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Economic Development: What’s Good? What’s Bad?

by Ken Root

The north-central Iowa town of Mason City sits far enough away from Des Moines and Minneapolis to create its own gravity.  It is the hub for business and culture in the region and has a long history of both.  Music Man Square is a tribute to the work of Meredith Willson, who lived here as a boy.  He wrote the stage play: “Music Man” that was performed on Broadway and is still a standard in high schools and colleges across the country.  Kraft makes packaged foods in Mason City, Cargill processes eggs and Smithfield slices meats.  The largest employer is North Iowa Mercy Health Center.   Two weeks ago, the town rose up, in masse, and pressured the city council to reject a four hundred million dollar pork packing plant proposed by Prestage Farms of North Carolina.  The council vote was 3-3 with one abstaining.  A tie is a “No” vote so the proposal failed.

Examining this effort to bring a very large packing facility, eventually offering two thousand jobs, to a region that desperately wants new industry is both a social and economic dilemma.  In the current age, an immigrant laden, dirty industry cannot be forced on people who want to be more selective in whom they welcome to their town.

From a pure economic sense, Mason City was an ideal place to build a hog slaughter facility.  Iowa produces twenty million pigs per year.  It also plants almost every acre to corn or soybeans and has plentiful water, good roads and intersecting rail lines.  The town is a single track hub for the UP/SP and the IANR.  Interstate 35 sits only a few miles away.  If you were to draw a one-hundred mile circle around the town, there would be more market ready hogs than the plant could handle on a daily basis.

The logistics were not the issue for the estimated two-thirds of city residents who opposed it.  They put forth examples of other towns that had welcomed a large packing facility and the negative quality of life issues for both the existing townspeople and the employees who moved there.  In the course of a seven-hour city council meeting, that lasted until 2 am the following morning, over sixty people spoke and most were against the facility.  They cited the strain on city infrastructure, from water and sewer to educational facilities for children.  They cited odor and pollution from the plant and the difficulty in suing for damages, if harmed.

One resident of Mason City conducted a blind survey that had received just under one thousand responses.  She presented her findings which showed almost seven hundred were opposed and listed their complaints against the proposed packing facility.  Many said they were not opposed to economic development but they didn’t want to become a “packing plant” town because that stigma would prevent other businesses from coming there.  She concluded with: “We can do better.  We just have to be patient and keep our long term goals in place.”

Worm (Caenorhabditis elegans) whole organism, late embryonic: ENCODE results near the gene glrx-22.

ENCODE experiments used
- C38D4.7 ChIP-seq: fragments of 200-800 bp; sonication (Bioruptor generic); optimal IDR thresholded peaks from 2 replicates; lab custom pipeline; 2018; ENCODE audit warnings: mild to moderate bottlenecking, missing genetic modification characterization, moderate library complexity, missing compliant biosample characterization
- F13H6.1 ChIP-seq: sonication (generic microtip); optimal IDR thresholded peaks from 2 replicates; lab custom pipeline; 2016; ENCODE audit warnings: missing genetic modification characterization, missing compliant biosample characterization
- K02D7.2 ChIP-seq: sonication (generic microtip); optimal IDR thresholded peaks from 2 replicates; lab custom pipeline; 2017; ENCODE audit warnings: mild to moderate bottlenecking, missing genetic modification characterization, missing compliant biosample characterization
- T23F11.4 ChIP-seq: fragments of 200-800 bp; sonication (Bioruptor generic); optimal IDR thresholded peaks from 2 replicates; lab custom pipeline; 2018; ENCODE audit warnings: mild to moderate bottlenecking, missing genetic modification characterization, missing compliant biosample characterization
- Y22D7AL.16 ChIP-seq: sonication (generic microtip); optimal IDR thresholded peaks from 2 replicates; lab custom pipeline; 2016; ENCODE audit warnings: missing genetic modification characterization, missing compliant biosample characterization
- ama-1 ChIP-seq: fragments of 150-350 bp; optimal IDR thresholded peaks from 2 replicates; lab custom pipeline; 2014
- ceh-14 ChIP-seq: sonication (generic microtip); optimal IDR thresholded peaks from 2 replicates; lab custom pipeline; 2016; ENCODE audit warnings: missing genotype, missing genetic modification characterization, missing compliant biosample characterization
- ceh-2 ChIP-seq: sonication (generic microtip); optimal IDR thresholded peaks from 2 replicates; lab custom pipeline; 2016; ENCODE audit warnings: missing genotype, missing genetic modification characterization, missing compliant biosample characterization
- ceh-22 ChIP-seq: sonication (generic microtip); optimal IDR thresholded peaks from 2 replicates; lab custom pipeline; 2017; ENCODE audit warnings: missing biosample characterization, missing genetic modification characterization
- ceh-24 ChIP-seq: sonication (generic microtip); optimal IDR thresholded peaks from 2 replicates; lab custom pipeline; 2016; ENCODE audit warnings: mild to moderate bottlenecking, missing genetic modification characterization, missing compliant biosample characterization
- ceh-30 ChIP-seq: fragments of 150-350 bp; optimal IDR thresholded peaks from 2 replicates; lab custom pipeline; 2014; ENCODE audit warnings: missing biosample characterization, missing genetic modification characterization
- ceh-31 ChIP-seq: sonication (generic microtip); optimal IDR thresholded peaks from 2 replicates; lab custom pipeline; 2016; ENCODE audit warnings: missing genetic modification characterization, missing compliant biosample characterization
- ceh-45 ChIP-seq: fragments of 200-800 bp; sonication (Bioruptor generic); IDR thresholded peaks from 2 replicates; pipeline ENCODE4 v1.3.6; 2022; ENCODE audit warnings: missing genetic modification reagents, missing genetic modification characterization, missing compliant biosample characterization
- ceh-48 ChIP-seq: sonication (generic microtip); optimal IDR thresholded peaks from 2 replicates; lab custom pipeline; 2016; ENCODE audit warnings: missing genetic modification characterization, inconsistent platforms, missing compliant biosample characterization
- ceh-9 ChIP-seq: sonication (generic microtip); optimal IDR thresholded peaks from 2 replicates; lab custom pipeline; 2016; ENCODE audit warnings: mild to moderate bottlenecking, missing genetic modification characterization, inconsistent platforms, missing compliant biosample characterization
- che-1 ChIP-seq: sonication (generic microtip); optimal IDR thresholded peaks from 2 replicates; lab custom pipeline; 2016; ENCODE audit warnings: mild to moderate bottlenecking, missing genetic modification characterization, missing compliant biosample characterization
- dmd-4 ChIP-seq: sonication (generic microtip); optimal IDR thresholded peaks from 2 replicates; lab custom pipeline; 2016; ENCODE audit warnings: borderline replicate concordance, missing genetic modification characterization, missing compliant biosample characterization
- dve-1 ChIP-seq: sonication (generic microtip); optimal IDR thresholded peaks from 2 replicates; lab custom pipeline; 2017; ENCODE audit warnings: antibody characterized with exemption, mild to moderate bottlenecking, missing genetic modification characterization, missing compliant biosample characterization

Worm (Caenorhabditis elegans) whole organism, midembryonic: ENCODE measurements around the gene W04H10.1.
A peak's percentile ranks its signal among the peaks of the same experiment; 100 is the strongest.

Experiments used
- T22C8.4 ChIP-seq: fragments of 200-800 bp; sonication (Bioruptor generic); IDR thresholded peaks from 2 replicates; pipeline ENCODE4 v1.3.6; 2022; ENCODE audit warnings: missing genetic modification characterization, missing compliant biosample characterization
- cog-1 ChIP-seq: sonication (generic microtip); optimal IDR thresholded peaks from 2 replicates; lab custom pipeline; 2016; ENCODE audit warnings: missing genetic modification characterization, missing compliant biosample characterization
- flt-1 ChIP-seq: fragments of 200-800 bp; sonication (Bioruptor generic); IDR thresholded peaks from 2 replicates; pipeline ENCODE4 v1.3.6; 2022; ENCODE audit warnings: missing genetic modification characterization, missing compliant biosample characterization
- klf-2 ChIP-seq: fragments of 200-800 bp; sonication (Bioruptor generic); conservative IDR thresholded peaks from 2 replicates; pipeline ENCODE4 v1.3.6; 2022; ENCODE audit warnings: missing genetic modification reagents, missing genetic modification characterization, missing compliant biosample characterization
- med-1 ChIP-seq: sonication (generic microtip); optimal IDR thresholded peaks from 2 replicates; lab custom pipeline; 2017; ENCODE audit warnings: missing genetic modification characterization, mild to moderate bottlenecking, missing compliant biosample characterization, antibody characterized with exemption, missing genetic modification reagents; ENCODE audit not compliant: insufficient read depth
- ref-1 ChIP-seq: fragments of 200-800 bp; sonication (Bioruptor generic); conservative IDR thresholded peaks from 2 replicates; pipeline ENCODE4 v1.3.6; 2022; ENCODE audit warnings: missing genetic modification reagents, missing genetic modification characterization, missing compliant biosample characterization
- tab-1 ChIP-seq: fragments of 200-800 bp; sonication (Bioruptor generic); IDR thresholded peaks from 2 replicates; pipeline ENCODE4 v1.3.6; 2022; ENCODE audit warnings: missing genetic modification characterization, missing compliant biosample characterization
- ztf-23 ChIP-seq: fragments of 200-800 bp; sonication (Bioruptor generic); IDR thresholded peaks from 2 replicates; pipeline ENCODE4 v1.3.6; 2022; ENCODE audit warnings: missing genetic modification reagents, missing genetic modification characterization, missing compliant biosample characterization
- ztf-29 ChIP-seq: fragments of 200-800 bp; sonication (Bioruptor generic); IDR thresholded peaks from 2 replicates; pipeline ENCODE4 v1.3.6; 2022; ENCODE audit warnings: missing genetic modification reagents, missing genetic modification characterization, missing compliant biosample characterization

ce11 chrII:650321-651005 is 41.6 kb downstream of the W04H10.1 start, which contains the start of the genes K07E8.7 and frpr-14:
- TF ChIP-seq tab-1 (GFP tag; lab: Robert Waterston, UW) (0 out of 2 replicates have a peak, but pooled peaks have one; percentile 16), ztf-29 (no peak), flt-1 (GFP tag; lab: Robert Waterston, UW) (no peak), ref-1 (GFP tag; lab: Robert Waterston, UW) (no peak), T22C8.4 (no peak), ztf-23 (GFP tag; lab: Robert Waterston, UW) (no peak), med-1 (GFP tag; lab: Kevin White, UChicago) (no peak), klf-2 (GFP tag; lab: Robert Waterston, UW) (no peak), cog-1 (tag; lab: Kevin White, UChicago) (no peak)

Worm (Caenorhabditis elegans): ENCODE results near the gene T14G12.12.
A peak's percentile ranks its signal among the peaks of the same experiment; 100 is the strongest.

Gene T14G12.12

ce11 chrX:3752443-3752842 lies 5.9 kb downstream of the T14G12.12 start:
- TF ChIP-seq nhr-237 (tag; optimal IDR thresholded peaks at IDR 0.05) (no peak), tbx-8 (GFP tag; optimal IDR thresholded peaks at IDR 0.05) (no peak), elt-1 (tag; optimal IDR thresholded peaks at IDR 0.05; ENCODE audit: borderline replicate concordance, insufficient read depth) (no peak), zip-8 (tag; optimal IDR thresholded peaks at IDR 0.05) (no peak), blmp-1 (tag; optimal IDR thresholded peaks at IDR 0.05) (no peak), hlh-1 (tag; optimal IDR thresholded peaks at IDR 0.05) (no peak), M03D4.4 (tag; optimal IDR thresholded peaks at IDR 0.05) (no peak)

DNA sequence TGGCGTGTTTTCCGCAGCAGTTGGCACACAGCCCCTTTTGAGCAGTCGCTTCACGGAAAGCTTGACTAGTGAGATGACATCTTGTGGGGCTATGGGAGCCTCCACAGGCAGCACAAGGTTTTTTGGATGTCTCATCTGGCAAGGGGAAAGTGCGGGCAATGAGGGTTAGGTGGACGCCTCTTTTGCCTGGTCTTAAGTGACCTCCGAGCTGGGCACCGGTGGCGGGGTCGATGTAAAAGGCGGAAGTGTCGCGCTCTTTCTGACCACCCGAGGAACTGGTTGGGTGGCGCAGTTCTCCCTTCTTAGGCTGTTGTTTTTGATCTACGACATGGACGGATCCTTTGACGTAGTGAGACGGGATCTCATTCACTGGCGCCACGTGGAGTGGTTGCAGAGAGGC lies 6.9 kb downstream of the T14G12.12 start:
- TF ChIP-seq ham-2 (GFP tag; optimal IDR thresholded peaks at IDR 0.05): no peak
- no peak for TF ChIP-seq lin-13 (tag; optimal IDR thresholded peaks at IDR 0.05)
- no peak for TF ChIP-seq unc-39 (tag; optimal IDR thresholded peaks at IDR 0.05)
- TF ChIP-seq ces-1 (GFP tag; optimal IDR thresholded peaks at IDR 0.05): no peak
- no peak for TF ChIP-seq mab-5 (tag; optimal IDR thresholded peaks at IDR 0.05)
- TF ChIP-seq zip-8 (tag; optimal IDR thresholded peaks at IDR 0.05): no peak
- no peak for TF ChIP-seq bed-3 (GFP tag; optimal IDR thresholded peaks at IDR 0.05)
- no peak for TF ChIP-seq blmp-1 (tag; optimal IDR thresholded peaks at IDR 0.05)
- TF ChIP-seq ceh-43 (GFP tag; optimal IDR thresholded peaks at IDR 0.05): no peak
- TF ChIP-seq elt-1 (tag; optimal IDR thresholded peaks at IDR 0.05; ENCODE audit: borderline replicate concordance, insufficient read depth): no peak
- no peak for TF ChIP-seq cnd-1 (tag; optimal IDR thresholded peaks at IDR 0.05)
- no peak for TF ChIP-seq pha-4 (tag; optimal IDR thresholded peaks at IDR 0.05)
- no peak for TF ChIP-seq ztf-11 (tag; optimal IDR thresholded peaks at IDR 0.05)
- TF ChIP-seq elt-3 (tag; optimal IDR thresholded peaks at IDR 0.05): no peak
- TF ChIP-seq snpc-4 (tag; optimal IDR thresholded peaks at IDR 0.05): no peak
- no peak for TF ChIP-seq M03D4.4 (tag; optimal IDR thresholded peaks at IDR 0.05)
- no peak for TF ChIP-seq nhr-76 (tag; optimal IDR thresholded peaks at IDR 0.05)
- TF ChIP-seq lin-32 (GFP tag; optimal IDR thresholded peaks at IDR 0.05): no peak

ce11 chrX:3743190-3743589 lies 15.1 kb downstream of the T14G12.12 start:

I think of the proposals put before towns and landowners in the past that had side effects not anticipated at the time.  Damage from oil drilling and pollution from discharge or other spills have ruined many acres across the plains.  Truck traffic in excess of the capability of roads and bridges.  Schools overwhelmed with children who do not speak English.  In this case Prestage farms offered one point four million dollars to help the schools cope with the influx but the amount, spread over ten years, was used as an example of how minimal the company will be in taking care of a problem it has caused.

Individuals and towns often feel compelled to take the deal from the company that wishes to mine their resources or bring them an opportunity to keep the community alive.  Those are good things but awareness of bad outcomes from “knee jerk” reactions are legendary.  Most towns in rural America would favor high tech industries but the approval declines as an industry is likely to smell, pollute and hire low wage employees.

A Mason City man, testifying at the city council meeting, outlined the wages to be paid at the proposed packing plant and determined it to be low enough families would likely seek public assistance to live at the poverty level.  “I don’t mind subsidizing people but I hate subsidizing companies,” he said.

On the other hand, I look at Garden City, Kansas as a town that embraced the fortunes brought by being a packing plant town.  The ethnic progression of workers through the years and the investment in industrial activity serves the locals as well as Americans from coast to coast.  The challenge is to have quality of life within the region where you work and send your children to school.   It comes down to all of us wanting the products from a dirty industry but we don’t want it located in our back yards.

I think it was a healthy exercise, for Prestage Farms and Mason City, even though the packing facility is now re-examining its options and knows the next town may be less attractive to their needs and more empowered to be resistant to the venture.  With the need to utilize existing infrastructure and expecting millions of dollars in tax breaks, how can it find a town which will swap their peaceful backwater status for the benefits of hundreds of millions of dollars of investment?

It is clear the modern age of awareness has produced citizens who are much more “empowered” and are actively holding their local governments accountable for their decisions.